Ang Eng Beng v PP

Judgment Date25 September 1990
Date25 September 1990
Docket NumberCriminal Motion No 21 of 1989
CourtCourt of Appeal (Singapore)
Ang Eng Beng
Public Prosecutor

[1990] SGCA 17

Wee Chong Jin CJ


Lai Kew Chai J


Yong Pung How J

Criminal Motion No 21 of 1989

Court of Appeal

Criminal Law–Complicity–Common intention–Applicant charged together with others for being jointly concerned in robbery with hurt–Hurt caused by other participant in the robbery–Whether necessary to prove common intention to commit robbery between applicant and party causing hurt–Sections 34, 37 and 394 Penal Code (Cap 224, 1985 Rev Ed)

The Court of Appeal was asked to determine the following question of law: whether in the case of a person charged with being jointly concerned with another person in committing robbery under s 394 of the Penal Code (Cap 224, 1985 Rev Ed) (“the Code”), such other person having caused hurt while committing the robbery, it was incumbent on the Prosecution to prove the existence of a common intention to commit the robbery as between the person so charged and the person who caused the hurt.

Held, answering the question in the negative:

(1) A reading of s 394 of the Code will show that it deals with the group liability of robbers one or more of whose number causes or cause hurt. Under it, the guilty act of a robber who causes hurt in committing the robbery is imported to all the others who are “jointly concerned” in the commission of the robbery. Such hurt must be caused voluntarily for the end of the robbery. The section obviously refers to two distinct classes of persons: (a) those who cause the hurt, and (b) those who do not, but are “jointly concerned” in the commission of the robbery: at [7].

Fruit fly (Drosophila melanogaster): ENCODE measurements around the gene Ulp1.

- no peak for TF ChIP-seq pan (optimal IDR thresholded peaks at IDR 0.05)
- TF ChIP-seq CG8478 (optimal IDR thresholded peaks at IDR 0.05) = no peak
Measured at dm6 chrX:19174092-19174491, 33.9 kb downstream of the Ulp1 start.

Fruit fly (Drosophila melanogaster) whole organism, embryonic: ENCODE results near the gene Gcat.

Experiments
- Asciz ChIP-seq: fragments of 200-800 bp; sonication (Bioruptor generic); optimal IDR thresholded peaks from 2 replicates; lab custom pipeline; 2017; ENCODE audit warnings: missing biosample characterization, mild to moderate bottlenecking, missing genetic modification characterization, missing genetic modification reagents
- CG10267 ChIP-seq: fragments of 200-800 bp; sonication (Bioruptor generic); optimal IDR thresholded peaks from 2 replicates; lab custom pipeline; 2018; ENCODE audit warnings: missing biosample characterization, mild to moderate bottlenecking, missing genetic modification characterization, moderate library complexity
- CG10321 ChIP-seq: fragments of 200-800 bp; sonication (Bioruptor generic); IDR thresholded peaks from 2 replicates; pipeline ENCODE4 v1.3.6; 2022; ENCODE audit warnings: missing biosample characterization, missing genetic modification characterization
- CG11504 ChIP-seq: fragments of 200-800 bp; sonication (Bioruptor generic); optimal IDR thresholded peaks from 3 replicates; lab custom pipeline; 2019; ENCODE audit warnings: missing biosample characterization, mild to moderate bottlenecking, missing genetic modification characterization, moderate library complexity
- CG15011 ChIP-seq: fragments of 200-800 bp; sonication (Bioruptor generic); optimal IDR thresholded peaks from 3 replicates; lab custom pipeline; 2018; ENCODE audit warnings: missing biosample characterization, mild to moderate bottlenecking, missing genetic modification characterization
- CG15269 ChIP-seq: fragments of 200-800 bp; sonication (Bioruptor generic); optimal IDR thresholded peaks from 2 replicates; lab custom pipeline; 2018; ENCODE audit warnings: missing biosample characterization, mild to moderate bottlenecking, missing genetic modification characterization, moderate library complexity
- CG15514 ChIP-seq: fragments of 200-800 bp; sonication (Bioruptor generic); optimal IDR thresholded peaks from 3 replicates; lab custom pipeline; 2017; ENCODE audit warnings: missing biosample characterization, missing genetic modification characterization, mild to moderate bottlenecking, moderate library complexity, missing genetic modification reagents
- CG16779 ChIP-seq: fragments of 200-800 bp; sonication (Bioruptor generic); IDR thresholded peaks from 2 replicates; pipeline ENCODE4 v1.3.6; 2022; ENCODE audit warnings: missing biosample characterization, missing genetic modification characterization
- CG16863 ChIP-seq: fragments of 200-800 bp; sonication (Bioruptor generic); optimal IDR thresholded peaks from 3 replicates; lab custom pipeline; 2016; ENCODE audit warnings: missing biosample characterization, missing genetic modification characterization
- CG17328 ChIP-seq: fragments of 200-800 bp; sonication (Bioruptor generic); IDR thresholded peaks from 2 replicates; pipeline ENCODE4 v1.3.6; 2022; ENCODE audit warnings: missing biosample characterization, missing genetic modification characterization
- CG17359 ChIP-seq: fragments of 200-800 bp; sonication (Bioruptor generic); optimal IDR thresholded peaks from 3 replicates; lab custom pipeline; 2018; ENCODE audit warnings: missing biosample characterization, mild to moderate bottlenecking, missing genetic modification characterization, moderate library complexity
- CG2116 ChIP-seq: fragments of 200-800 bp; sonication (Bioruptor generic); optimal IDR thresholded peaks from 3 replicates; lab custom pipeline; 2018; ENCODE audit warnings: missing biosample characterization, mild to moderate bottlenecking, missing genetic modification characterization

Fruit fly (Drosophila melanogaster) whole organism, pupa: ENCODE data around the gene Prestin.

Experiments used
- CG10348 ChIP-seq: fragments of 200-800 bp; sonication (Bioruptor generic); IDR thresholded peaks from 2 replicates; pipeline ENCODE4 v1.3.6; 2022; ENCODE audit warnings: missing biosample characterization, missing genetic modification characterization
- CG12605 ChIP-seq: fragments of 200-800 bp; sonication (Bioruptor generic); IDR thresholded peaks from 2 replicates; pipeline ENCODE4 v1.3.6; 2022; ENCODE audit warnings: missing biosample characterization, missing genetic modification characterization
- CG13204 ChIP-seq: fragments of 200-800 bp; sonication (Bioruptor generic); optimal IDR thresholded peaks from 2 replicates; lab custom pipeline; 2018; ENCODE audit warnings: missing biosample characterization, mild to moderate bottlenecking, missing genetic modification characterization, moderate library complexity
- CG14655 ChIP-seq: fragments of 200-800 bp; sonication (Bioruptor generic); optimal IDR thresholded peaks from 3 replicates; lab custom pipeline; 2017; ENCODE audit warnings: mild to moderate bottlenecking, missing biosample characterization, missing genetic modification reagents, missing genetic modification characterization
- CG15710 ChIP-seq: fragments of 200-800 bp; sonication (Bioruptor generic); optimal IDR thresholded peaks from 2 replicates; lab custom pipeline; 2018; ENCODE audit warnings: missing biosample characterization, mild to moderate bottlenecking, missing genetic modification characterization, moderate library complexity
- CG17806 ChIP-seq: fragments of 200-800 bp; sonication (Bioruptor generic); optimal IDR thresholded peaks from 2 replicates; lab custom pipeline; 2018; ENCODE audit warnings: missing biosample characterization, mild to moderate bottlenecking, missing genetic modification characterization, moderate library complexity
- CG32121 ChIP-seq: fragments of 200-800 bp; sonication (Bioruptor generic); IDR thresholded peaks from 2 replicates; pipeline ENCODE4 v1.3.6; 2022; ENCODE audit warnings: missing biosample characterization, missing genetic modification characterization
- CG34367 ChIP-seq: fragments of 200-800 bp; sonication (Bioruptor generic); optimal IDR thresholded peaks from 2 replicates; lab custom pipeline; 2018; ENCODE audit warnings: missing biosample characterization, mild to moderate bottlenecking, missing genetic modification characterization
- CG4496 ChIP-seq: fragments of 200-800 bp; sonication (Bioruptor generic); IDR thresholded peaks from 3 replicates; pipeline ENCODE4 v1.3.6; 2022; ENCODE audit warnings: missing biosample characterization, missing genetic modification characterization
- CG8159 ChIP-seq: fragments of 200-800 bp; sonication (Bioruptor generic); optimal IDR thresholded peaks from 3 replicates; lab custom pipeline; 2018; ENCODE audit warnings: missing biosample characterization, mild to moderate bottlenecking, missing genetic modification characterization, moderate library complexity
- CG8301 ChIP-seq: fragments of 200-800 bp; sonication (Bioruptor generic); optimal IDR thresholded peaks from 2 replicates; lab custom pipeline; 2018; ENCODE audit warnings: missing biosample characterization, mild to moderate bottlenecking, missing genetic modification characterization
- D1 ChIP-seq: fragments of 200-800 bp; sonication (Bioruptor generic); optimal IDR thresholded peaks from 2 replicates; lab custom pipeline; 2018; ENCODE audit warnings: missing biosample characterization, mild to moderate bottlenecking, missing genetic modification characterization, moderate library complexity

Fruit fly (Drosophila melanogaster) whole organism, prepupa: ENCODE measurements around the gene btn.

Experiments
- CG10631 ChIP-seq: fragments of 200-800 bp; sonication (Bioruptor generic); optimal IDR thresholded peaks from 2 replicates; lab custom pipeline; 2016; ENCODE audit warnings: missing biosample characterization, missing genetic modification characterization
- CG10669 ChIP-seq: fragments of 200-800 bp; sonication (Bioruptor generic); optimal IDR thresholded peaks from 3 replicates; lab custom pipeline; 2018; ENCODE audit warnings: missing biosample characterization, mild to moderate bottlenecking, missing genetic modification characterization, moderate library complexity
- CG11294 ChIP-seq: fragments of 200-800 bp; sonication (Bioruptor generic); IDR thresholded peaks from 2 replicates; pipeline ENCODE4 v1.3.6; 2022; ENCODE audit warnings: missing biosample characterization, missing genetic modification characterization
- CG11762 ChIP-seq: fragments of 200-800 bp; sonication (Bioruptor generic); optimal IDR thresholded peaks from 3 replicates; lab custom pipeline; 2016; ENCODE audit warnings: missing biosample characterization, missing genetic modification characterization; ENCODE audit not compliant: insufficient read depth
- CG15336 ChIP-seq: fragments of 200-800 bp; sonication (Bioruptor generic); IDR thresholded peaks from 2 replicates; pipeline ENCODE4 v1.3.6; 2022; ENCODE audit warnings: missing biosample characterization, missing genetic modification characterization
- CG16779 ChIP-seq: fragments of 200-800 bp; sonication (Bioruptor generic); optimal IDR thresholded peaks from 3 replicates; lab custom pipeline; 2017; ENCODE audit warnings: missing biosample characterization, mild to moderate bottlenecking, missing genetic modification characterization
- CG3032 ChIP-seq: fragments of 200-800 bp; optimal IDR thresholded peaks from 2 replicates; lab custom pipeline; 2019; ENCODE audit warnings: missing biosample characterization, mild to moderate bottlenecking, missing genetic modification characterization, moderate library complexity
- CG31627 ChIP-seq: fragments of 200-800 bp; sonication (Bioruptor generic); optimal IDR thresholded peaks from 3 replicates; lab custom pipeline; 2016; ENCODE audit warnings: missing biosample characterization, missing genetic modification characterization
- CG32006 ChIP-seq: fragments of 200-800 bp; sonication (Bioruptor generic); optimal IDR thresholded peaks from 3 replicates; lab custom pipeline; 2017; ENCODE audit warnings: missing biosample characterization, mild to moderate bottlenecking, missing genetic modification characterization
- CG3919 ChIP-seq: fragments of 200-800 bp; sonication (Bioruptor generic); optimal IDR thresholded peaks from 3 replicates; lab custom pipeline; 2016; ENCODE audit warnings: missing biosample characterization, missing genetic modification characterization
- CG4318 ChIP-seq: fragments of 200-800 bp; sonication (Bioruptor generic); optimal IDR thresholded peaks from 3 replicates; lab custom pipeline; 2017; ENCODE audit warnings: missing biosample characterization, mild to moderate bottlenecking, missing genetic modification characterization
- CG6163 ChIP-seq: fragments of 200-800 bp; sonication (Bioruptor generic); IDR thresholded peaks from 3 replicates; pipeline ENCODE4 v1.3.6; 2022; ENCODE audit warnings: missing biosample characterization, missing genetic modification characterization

(2) Section 37 of the Code reads: “When an offence is committed by means of several acts, whoever intentionally co-operates in the commission of that offence by doing any one of those acts, either singly or jointly with any other person, commits that offence.” Such a person made liable under s 37 of the Code is a person “jointly concerned” with the commission of robbery if it is an offence under s 394 of the Code: at [8].

(3) It is not necessary for the Prosecution to prove a common intention (within the meaning of s 34 of the Code) between the person who caused the hurt and anyone present to commit the robbery before the latter can be convicted of an offence under s 394. Section 394 does not in terms provide that all the robbers must have committed the robbery “in furtherance of the common intention of all”: at [7] and [12].

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2 cases
  • Panya Martmontree and Others v Public Prosecutor
    • Singapore
    • Court of Appeal (Singapore)
    • 7 August 1995
    ... ... This by definition constitutes gang robbery (see ss 390 and 391 of the Penal Code). Since two security guards were killed s 396 of the Penal Code comes into operation. Common intention is not an issue. The law on this subject is well settled, see Ang Eng Beng v PP and the cases referred to therein. Conjointly committing gang robbery is the issue. The statements admit all the elements of s 396 of the Penal Code and hence they are confessions within the meaning of s 17(2) of the Evidence Act. We have no doubt that following the decision of this court in ... ...
  • Prasong Bunsom and Others v Public Prosecutor
    • Singapore
    • Court of Appeal (Singapore)
    • 21 August 1995
    ... ... A number of statements by him were recorded which the prosecution sought to tender in evidence, namely, a cautioned statement under s 122(6) of the Criminal Procedure Code (Cap 68) recorded by Inspector T Maniam on 31 March 1994, and three statements made to Sergeant Goh Kok Beng (Sgt Goh), namely, a s 121 long statement made on 6 April 1994, an oral statement made on 8 April 1994 and a further s 121 statement made at the Queenstown Remand Prison on 17 August 1994. The second appellant was arrested on 23 May 1994 and the third appellant was arrested on 22 July 1994. Again, ... ...

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